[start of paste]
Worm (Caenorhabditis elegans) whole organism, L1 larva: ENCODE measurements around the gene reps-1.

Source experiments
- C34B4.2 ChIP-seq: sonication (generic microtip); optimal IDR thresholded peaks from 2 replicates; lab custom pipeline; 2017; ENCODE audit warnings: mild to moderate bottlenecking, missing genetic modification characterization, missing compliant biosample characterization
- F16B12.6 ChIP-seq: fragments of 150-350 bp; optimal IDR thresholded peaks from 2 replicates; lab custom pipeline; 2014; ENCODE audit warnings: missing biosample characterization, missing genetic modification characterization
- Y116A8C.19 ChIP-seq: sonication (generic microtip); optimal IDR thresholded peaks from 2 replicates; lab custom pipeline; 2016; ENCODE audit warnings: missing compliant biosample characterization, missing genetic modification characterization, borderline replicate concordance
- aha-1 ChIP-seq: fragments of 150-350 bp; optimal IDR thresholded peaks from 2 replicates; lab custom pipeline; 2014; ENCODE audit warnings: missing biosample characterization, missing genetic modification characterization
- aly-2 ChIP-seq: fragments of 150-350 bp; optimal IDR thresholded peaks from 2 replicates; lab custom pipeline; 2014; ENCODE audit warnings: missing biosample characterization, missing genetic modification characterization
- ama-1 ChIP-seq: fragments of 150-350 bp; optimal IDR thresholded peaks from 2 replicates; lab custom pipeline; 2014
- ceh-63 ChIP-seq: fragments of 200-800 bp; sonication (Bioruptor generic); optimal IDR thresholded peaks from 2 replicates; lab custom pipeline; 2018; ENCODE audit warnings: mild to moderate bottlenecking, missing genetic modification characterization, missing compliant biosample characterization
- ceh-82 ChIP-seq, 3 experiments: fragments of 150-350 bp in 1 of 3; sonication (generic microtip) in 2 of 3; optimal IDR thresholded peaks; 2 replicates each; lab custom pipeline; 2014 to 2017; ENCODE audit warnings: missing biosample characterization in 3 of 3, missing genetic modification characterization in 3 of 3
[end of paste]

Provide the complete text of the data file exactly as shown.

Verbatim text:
Worm (Caenorhabditis elegans) whole organism, L1 larva: ENCODE measurements around the gene reps-1.

Source experiments
- C34B4.2 ChIP-seq: sonication (generic microtip); optimal IDR thresholded peaks from 2 replicates; lab custom pipeline; 2017; ENCODE audit warnings: mild to moderate bottlenecking, missing genetic modification characterization, missing compliant biosample characterization
- F16B12.6 ChIP-seq: fragments of 150-350 bp; optimal IDR thresholded peaks from 2 replicates; lab custom pipeline; 2014; ENCODE audit warnings: missing biosample characterization, missing genetic modification characterization
- Y116A8C.19 ChIP-seq: sonication (generic microtip); optimal IDR thresholded peaks from 2 replicates; lab custom pipeline; 2016; ENCODE audit warnings: missing compliant biosample characterization, missing genetic modification characterization, borderline replicate concordance
- aha-1 ChIP-seq: fragments of 150-350 bp; optimal IDR thresholded peaks from 2 replicates; lab custom pipeline; 2014; ENCODE audit warnings: missing biosample characterization, missing genetic modification characterization
- aly-2 ChIP-seq: fragments of 150-350 bp; optimal IDR thresholded peaks from 2 replicates; lab custom pipeline; 2014; ENCODE audit warnings: missing biosample characterization, missing genetic modification characterization
- ama-1 ChIP-seq: fragments of 150-350 bp; optimal IDR thresholded peaks from 2 replicates; lab custom pipeline; 2014
- ceh-63 ChIP-seq: fragments of 200-800 bp; sonication (Bioruptor generic); optimal IDR thresholded peaks from 2 replicates; lab custom pipeline; 2018; ENCODE audit warnings: mild to moderate bottlenecking, missing genetic modification characterization, missing compliant biosample characterization
- ceh-82 ChIP-seq, 3 experiments: fragments of 150-350 bp in 1 of 3; sonication (generic microtip) in 2 of 3; optimal IDR thresholded peaks; 2 replicates each; lab custom pipeline; 2014 to 2017; ENCODE audit warnings: missing biosample characterization in 3 of 3, missing genetic modification characterization in 3 of 3